No one actually slept in the house, however, until May 10, the date when the moving van brought the large pieces of furniture. The Lauderdale family moved in at that time. Mrs. Sheahan did not spend any time in the house until that summer, and although Dr. Sheahan spent two weeks there in June, he did not move in permanently until April 1959. There was no question, however, but that as early as March, 1958, the Sheahans intended to make the new house in Atlanta their principal place of residence and to live there with their daughter and her family.
The taxpayers argue that intent to use the new house as the taxpayers' principal residence, coupled with a subsequent use of the house as the principal residence, satisfy the statute. It is true that the good faith of the taxpayer is a circumstance to be weighed, and it may be the decisive factor in a close case in determining whether one of two houses is the principal residence, or whether the house is a residence, but there must be supporting facts to show that the taxpayer used the new property as his principal residence.
In a tax statute, as in any other statute, and whether the statutory purpose is remedial or punitive, the words of the statute must be given their ordinary meaning and they must be construed in harmony with the statute as an organic whole. Lewyt Corporation v. Commissioner, 1955, 349 U.S. 237, 75 S.Ct. 736, 99 L.Ed. 1029. See also Old Colony R. Company v. Commissioner, 1932, 284 U.S. 552, 52 S.Ct. 211, 76 L. Ed. 484; Helvering v. San Joaquin Fruit & Investment Co., 1936, 297 U.S. 496, 56 S.Ct. 569, 80 L.Ed. 824; Helvering v. William Flaccus Oak Leather Co., 1941, 313 U.S. 247, 61 S.Ct. 878, 85 L.Ed. 1310.
In William C. Stolk, 40 T.C. 345, (1963) the Tax Court discussed the meaning of "use", "principal", and "residence" as these terms are employed in Section 1034:
"The ordinary meaning of `use', `principal', and `residence' are clear and well understood, but if dictionary definitions are helpful in recalling the common meanings (see Webster's Unabridged Third New International Dictionary), use (the verb) means a `putting to service of a thing'; principal means `chief or main'; and residence means `the place where one actually lives or has his home.' The context in which `used' occurs, referring to the `old residence', connects `used' with the taxpayers' `principal residence', thereby making it clear that the property which is sold shall be utilized as the principal residence."
Both the wording and the legislative history of Section 1034 indicate that there must be some actual use, or physical occupancy of the new house in order to satisfy the requirements of the provision. Thus, under the terms of the statute the new property must be "purchased and used by the taxpayer as his principal residence" within one year of the sale of the old residence. The absence of any words such as "intended", "treated", or "regarded" and the choice of the word "used" is some evidence that in framing Section 1034 Congress focused on the physical or objective aspects of occupancy rather than on the subjective aspects. See E. C. Schroeder Co. v. Clifton, 10 Cir., 1946, 153 F.2d 385, 390; cert. den'd, 328 U.S. 858, 66 S.Ct. 1351, 90 L.Ed. 1629; reh. den'd, 329 U.S. 821, 67 S.Ct. 33, 91 L.Ed. 699. A further indication that "use" means "occupancy" is given in the Senate hearings on an amendment allowing the taxpayer an additional six months in which to use a house which he has begun constructing within a year of the sale of the old one.2 The Senate Report states:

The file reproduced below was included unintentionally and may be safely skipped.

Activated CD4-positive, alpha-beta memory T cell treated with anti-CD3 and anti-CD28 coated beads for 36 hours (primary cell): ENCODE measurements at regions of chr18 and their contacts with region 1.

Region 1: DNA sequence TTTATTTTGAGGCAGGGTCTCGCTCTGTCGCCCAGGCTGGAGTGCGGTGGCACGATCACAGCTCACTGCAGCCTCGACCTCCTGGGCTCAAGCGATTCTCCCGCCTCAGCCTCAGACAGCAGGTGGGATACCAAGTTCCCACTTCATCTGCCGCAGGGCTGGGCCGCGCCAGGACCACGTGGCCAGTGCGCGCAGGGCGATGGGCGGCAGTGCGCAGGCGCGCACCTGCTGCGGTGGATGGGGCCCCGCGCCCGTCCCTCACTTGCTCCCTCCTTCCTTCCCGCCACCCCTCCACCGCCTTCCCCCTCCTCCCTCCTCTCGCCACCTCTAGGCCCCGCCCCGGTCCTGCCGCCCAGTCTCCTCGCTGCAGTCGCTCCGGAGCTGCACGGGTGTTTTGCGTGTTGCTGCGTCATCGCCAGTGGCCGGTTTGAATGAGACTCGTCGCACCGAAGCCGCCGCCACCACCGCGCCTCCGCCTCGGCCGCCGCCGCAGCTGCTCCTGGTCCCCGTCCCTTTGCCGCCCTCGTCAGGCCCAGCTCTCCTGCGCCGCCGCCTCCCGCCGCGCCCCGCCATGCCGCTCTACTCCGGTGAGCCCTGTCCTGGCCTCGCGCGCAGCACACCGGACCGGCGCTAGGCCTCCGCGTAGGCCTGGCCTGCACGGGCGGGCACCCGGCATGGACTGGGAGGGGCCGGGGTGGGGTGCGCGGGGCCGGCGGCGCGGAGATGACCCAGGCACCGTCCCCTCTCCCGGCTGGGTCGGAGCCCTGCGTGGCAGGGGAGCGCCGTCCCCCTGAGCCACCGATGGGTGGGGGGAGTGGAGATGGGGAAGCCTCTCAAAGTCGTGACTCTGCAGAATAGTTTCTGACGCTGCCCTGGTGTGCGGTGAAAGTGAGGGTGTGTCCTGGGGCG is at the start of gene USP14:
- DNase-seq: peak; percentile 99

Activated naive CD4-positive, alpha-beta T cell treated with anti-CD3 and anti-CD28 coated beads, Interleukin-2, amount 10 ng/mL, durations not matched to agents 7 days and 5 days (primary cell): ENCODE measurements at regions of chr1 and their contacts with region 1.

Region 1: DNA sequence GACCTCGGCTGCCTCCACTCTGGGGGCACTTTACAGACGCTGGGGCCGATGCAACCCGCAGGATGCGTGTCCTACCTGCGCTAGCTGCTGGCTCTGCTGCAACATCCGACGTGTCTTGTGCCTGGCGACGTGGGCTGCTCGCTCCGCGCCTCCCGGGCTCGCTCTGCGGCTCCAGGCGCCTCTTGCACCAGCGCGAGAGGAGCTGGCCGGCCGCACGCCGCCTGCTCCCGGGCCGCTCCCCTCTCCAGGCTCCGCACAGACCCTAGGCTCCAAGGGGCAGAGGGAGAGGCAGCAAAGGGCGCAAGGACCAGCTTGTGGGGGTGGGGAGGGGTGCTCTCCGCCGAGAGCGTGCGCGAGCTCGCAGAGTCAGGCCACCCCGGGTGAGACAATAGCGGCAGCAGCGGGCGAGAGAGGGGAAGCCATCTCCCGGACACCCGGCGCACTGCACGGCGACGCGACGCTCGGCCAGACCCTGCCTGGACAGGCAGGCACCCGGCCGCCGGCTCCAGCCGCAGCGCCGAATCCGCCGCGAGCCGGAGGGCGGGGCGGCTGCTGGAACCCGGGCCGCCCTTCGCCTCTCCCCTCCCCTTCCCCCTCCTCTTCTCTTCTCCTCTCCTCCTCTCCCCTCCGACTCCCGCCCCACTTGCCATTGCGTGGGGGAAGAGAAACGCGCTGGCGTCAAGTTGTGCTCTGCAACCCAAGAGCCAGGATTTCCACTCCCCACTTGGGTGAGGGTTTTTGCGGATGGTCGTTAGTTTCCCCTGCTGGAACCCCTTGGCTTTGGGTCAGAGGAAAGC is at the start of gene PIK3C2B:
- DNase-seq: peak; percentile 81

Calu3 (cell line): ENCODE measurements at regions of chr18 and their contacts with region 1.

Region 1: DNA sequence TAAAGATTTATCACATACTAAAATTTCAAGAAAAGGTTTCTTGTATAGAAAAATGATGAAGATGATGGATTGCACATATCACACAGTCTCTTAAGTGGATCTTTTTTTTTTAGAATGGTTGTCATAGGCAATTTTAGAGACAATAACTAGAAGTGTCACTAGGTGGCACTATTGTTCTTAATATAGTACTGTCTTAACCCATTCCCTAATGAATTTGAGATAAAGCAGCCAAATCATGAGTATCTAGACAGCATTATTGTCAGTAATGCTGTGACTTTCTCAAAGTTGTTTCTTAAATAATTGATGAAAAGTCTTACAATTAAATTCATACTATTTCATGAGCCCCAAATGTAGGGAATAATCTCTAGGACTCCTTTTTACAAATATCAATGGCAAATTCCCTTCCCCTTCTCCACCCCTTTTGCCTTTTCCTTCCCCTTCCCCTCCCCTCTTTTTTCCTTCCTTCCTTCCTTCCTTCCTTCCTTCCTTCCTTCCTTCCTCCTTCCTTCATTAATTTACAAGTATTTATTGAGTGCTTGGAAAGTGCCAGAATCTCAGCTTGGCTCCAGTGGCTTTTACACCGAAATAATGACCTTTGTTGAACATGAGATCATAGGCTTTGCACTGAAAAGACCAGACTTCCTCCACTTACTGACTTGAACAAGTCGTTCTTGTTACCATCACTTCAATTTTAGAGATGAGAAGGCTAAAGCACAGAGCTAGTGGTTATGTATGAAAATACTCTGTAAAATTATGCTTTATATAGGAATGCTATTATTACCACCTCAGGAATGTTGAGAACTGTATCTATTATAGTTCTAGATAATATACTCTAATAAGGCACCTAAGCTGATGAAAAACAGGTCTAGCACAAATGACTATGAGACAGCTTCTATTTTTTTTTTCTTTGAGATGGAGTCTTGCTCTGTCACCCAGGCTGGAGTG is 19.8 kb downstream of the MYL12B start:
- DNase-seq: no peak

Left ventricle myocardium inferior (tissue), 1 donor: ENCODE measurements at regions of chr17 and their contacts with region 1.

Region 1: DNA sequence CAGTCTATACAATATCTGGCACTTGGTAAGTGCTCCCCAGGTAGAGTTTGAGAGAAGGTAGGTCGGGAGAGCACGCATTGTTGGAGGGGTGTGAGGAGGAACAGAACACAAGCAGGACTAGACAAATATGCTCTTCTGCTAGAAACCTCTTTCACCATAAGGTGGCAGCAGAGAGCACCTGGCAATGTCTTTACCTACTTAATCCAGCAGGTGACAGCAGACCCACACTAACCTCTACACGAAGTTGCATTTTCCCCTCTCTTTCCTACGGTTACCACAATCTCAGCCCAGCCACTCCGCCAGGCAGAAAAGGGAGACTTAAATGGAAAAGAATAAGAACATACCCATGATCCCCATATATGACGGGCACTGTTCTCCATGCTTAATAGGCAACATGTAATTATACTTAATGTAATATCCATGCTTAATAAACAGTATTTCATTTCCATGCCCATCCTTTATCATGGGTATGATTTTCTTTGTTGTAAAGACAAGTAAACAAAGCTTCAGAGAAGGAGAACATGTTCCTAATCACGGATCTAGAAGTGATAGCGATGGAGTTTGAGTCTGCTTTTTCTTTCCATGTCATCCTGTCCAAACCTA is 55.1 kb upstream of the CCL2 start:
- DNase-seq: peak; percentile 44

"However, under the House bill, where a replacement residence is constructed by the taxpayer, he must occupy the new residence within one year after sale of his old residence. This is the same rule which both your committee's bill and the House bill apply in the case of the purchase of a new residence. However, in the case of new construction the requirement of occupancy within one year appears to your committee not to be realistic, particularly during the present period of material and labor shortages." S.Rep. No. 781, 82d Cong., 1st Sess. p. 35; 1951-2 Cum. Bull. 458, 483. (Emphasis added.)
In other words, the taxpayer must "occupy" the new house; he must move in and live in the house before the lapse of twelve months after the sale of the old one. This sort of occupancy — actual or physical occupancy — can be accomplished only when the house is completed.3
As far as we find, the particular problem here involved — whether a new house, eventually used as a principal residence, was so used within the statutory period — has been litigated only once before. In John F. Bayley, 35 T.C. 288 (1960) the taxpayer was building a new home, and when it became clear that it would not be finished by October 15, 1955, the date the statutory period expired, he wrote the District Director of Internal Revenue requesting an extension. He was informed that this would be impossible; therefore, on October 14 he moved some of his furniture into an upstairs room which had just been walled off. The taxpayer continued to live elsewhere for two more months before he moved into the new house with the rest of his furniture. Although recognizing the good faith of the taxpayer and his unquestioned intent to use the new house as his principal residence, the Tax Court, as a matter of law, disallowed the non-recognition of gain on the sale of his old residence, stating: